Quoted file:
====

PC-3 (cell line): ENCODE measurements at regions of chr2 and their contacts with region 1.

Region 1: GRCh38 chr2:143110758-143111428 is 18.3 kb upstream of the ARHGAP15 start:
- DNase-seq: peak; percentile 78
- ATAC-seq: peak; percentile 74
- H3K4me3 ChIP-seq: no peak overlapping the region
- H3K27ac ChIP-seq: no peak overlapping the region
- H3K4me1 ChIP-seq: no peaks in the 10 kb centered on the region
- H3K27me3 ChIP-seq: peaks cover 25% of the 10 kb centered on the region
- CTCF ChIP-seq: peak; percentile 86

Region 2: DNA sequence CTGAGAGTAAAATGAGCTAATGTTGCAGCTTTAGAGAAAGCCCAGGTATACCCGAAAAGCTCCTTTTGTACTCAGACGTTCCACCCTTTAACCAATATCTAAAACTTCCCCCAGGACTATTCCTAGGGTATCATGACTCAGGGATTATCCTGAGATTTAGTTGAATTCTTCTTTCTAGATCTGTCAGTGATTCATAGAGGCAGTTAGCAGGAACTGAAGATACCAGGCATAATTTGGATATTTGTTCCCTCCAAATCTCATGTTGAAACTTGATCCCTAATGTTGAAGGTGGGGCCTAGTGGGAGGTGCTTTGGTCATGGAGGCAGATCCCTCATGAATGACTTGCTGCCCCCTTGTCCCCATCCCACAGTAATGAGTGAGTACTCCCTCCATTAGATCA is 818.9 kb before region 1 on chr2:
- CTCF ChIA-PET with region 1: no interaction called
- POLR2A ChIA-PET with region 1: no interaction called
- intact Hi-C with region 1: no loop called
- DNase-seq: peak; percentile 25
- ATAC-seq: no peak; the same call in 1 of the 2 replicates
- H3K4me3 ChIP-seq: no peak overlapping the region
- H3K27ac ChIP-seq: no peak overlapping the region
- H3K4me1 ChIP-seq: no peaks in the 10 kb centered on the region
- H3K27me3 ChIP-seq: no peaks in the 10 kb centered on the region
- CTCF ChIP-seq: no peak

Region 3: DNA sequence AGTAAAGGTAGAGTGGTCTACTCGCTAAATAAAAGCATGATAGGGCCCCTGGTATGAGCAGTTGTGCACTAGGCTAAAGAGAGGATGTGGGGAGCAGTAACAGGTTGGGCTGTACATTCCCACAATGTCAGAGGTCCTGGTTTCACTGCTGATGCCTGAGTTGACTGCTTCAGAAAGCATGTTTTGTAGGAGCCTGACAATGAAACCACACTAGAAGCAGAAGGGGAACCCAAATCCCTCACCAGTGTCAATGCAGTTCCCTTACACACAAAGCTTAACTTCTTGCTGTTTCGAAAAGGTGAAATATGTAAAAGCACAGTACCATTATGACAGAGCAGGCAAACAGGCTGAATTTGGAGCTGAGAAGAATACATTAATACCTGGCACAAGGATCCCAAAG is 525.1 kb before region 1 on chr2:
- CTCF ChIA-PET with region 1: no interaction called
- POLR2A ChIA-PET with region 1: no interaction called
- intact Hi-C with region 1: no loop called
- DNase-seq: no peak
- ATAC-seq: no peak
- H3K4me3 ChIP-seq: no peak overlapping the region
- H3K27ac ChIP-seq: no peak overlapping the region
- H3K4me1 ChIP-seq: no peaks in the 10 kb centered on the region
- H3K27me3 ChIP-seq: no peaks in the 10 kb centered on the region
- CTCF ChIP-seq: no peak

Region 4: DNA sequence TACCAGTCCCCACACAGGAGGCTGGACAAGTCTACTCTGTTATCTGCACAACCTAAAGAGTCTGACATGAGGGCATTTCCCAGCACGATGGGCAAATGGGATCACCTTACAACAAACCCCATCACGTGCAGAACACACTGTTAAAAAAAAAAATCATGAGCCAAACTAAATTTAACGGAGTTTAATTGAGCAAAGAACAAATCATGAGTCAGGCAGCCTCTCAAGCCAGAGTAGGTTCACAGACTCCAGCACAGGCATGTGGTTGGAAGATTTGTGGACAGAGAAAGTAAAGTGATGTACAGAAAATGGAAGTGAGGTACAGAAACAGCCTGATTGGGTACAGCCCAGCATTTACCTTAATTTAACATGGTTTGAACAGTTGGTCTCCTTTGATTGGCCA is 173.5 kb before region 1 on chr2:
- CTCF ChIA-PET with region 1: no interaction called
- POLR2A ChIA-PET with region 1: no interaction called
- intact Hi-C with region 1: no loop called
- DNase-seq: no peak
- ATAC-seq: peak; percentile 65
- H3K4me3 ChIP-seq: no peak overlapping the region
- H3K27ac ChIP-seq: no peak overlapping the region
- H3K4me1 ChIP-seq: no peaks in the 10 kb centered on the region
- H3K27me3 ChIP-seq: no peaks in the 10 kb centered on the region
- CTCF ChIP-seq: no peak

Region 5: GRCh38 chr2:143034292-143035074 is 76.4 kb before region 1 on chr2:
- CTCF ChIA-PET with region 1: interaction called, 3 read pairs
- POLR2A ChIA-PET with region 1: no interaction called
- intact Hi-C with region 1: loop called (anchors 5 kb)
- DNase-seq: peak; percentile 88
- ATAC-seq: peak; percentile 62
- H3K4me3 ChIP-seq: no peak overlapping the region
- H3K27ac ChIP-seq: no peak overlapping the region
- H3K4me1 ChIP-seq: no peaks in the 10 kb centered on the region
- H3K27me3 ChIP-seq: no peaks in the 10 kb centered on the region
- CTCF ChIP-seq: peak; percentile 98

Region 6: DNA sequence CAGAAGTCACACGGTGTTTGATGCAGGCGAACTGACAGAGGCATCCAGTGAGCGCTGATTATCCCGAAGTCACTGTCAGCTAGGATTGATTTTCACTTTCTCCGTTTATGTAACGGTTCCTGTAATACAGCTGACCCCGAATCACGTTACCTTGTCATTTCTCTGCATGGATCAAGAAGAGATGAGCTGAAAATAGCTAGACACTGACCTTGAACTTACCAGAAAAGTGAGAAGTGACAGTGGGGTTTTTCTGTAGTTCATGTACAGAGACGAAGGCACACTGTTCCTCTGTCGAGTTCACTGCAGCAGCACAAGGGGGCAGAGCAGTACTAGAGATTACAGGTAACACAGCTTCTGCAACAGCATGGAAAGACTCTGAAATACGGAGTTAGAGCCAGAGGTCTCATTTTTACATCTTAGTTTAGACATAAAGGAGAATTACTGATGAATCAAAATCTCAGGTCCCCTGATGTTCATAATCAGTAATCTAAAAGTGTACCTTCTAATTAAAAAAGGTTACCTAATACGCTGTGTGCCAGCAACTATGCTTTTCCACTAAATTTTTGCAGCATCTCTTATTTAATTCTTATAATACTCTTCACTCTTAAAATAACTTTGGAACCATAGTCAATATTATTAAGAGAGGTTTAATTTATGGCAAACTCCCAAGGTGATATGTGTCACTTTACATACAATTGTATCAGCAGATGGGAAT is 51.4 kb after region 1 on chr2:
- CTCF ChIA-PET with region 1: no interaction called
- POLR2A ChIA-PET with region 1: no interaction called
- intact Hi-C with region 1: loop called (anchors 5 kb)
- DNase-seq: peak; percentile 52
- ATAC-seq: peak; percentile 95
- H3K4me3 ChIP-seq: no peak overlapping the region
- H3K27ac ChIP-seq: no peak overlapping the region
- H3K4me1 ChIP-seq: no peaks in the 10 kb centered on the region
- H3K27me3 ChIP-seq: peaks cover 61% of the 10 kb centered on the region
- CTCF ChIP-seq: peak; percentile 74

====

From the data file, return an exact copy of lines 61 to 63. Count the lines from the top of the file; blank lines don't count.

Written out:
- H3K27ac ChIP-seq: no peak overlapping the region
- H3K4me1 ChIP-seq: no peaks in the 10 kb centered on the region
- H3K27me3 ChIP-seq: peaks cover 61% of the 10 kb centered on the region